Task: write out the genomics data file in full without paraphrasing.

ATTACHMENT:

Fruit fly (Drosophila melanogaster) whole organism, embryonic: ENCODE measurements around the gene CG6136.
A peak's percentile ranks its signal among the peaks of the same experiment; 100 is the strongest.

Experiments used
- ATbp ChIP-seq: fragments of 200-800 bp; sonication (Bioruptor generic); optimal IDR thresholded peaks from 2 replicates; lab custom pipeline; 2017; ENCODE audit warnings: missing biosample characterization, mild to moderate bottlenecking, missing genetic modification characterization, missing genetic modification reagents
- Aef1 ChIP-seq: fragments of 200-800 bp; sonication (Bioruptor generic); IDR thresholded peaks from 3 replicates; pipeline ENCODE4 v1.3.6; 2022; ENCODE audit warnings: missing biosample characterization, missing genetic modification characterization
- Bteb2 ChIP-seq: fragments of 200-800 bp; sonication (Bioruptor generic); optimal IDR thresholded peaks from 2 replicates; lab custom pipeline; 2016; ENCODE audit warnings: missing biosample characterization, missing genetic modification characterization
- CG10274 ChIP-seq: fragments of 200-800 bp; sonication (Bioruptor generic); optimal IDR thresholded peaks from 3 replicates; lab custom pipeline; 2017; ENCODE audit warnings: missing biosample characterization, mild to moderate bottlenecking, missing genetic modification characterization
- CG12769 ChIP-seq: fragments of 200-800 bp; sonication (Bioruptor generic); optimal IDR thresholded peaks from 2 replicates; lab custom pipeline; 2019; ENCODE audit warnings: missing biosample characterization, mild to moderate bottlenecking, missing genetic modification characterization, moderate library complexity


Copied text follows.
Fruit fly (Drosophila melanogaster) whole organism, embryonic: ENCODE measurements around the gene CG6136.
A peak's percentile ranks its signal among the peaks of the same experiment; 100 is the strongest.

Experiments used
- ATbp ChIP-seq: fragments of 200-800 bp; sonication (Bioruptor generic); optimal IDR thresholded peaks from 2 replicates; lab custom pipeline; 2017; ENCODE audit warnings: missing biosample characterization, mild to moderate bottlenecking, missing genetic modification characterization, missing genetic modification reagents
- Aef1 ChIP-seq: fragments of 200-800 bp; sonication (Bioruptor generic); IDR thresholded peaks from 3 replicates; pipeline ENCODE4 v1.3.6; 2022; ENCODE audit warnings: missing biosample characterization, missing genetic modification characterization
- Bteb2 ChIP-seq: fragments of 200-800 bp; sonication (Bioruptor generic); optimal IDR thresholded peaks from 2 replicates; lab custom pipeline; 2016; ENCODE audit warnings: missing biosample characterization, missing genetic modification characterization
- CG10274 ChIP-seq: fragments of 200-800 bp; sonication (Bioruptor generic); optimal IDR thresholded peaks from 3 replicates; lab custom pipeline; 2017; ENCODE audit warnings: missing biosample characterization, mild to moderate bottlenecking, missing genetic modification characterization
- CG12769 ChIP-seq: fragments of 200-800 bp; sonication (Bioruptor generic); optimal IDR thresholded peaks from 2 replicates; lab custom pipeline; 2019; ENCODE audit warnings: missing biosample characterization, mild to moderate bottlenecking, missing genetic modification characterization, moderate library complexity